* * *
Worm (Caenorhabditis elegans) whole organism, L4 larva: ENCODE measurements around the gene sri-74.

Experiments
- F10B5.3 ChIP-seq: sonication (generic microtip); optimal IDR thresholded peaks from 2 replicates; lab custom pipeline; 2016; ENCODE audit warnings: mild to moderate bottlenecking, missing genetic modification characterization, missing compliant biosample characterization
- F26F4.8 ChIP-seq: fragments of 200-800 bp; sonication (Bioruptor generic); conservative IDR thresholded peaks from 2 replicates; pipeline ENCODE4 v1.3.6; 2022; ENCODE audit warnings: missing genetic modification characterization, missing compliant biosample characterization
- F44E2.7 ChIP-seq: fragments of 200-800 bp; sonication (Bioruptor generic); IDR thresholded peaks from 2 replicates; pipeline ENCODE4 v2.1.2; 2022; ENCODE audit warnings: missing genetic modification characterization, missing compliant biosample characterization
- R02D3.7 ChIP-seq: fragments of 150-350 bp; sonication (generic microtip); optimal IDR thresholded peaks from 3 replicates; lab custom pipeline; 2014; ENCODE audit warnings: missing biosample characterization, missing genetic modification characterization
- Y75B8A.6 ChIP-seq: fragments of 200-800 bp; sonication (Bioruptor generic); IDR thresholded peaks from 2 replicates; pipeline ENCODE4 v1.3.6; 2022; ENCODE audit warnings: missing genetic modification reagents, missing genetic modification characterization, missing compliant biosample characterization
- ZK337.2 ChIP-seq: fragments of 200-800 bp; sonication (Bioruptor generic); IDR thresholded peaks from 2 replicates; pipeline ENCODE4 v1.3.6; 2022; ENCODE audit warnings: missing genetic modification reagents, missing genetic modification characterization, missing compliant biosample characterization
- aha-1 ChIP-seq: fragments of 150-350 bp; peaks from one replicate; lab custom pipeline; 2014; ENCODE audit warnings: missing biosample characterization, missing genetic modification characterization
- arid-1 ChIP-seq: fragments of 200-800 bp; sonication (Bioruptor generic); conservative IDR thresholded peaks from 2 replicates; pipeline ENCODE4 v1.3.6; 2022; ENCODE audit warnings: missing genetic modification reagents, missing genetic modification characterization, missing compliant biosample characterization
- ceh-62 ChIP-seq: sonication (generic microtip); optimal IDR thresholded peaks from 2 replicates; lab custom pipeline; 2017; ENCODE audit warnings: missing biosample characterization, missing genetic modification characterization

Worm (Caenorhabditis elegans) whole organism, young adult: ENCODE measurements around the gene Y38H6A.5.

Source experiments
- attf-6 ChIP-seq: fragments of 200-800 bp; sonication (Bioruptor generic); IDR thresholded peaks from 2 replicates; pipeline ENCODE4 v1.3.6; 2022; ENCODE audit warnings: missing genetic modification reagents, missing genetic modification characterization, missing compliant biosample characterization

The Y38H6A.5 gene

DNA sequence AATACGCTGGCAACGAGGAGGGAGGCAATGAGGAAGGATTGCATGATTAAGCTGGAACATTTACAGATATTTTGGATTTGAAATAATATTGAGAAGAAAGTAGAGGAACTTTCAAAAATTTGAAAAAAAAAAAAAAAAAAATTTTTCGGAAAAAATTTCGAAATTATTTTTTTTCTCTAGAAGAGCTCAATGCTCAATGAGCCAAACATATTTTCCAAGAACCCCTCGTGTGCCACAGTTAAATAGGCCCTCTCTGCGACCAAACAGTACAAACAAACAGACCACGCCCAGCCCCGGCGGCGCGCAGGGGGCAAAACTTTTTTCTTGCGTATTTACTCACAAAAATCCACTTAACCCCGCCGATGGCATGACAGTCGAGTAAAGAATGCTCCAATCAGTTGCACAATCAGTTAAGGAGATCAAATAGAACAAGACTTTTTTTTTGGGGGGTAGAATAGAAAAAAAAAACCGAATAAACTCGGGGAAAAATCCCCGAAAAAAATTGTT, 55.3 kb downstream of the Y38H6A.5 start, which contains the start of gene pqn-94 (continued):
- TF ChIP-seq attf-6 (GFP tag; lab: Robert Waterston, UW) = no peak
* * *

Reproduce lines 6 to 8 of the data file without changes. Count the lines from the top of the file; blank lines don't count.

- R02D3.7 ChIP-seq: fragments of 150-350 bp; sonication (generic microtip); optimal IDR thresholded peaks from 3 replicates; lab custom pipeline; 2014; ENCODE audit warnings: missing biosample characterization, missing genetic modification characterization
- Y75B8A.6 ChIP-seq: fragments of 200-800 bp; sonication (Bioruptor generic); IDR thresholded peaks from 2 replicates; pipeline ENCODE4 v1.3.6; 2022; ENCODE audit warnings: missing genetic modification reagents, missing genetic modification characterization, missing compliant biosample characterization
- ZK337.2 ChIP-seq: fragments of 200-800 bp; sonication (Bioruptor generic); IDR thresholded peaks from 2 replicates; pipeline ENCODE4 v1.3.6; 2022; ENCODE audit warnings: missing genetic modification reagents, missing genetic modification characterization, missing compliant biosample characterization